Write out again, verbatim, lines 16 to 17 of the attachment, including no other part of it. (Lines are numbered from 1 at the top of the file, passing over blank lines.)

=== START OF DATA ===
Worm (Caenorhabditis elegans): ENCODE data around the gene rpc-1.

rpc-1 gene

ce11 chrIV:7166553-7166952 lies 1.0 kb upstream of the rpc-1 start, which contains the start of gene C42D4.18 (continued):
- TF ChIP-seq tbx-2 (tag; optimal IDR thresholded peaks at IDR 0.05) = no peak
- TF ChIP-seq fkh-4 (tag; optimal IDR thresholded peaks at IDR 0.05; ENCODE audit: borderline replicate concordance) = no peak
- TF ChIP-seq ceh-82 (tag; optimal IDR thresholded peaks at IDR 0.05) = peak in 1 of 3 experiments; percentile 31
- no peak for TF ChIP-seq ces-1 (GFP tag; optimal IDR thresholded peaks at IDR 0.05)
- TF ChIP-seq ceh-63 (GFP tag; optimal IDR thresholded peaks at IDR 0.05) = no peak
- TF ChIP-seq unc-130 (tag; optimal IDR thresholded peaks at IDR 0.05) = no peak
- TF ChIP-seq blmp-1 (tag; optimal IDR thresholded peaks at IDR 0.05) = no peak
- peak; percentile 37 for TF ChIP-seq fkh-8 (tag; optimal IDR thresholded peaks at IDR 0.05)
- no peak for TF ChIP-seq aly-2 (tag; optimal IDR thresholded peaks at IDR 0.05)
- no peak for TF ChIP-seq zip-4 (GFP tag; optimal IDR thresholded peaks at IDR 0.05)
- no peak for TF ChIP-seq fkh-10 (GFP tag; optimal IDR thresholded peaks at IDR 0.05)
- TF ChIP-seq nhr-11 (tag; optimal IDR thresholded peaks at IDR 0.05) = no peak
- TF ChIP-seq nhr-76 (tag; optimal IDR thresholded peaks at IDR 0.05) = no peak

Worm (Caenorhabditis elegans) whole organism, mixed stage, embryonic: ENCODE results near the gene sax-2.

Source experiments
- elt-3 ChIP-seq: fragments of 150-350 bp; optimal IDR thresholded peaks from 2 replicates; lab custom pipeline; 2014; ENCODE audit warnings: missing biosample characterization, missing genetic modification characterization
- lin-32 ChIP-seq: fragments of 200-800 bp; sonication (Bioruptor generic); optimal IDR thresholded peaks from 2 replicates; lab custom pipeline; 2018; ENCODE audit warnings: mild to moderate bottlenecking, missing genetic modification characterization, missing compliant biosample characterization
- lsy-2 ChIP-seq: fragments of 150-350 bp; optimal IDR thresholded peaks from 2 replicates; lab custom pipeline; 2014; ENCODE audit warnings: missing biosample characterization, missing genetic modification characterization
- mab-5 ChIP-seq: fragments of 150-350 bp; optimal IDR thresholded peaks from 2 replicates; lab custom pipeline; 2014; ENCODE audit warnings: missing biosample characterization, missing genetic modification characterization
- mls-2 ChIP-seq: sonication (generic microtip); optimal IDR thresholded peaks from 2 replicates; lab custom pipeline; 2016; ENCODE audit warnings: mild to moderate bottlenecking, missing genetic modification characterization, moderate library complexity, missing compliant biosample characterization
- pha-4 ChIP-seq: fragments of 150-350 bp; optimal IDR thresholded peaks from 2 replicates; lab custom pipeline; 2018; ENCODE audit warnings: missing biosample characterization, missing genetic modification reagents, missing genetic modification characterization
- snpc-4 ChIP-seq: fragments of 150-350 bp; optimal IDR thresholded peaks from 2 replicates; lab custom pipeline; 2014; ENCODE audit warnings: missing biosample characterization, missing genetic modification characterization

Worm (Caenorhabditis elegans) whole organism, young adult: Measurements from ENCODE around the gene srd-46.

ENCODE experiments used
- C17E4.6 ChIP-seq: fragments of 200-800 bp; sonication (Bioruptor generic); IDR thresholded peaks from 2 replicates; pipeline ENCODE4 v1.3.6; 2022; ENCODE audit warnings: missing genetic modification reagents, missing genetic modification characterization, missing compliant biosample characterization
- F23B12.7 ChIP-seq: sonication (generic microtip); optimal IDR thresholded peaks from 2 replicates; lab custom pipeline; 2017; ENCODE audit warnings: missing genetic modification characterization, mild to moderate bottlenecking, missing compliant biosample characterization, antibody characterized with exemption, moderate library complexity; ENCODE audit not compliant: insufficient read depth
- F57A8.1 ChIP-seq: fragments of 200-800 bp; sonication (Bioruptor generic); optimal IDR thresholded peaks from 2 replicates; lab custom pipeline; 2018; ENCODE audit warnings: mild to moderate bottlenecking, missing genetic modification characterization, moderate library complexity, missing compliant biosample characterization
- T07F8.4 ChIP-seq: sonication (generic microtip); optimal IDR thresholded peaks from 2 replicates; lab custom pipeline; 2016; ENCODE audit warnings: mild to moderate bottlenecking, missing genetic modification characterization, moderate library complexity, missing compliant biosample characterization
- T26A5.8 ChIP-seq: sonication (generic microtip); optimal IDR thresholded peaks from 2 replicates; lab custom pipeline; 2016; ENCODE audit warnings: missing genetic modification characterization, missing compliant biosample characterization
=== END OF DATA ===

- TF ChIP-seq nhr-76 (tag; optimal IDR thresholded peaks at IDR 0.05) = no peak

Worm (Caenorhabditis elegans) whole organism, mixed stage, embryonic: ENCODE results near the gene sax-2.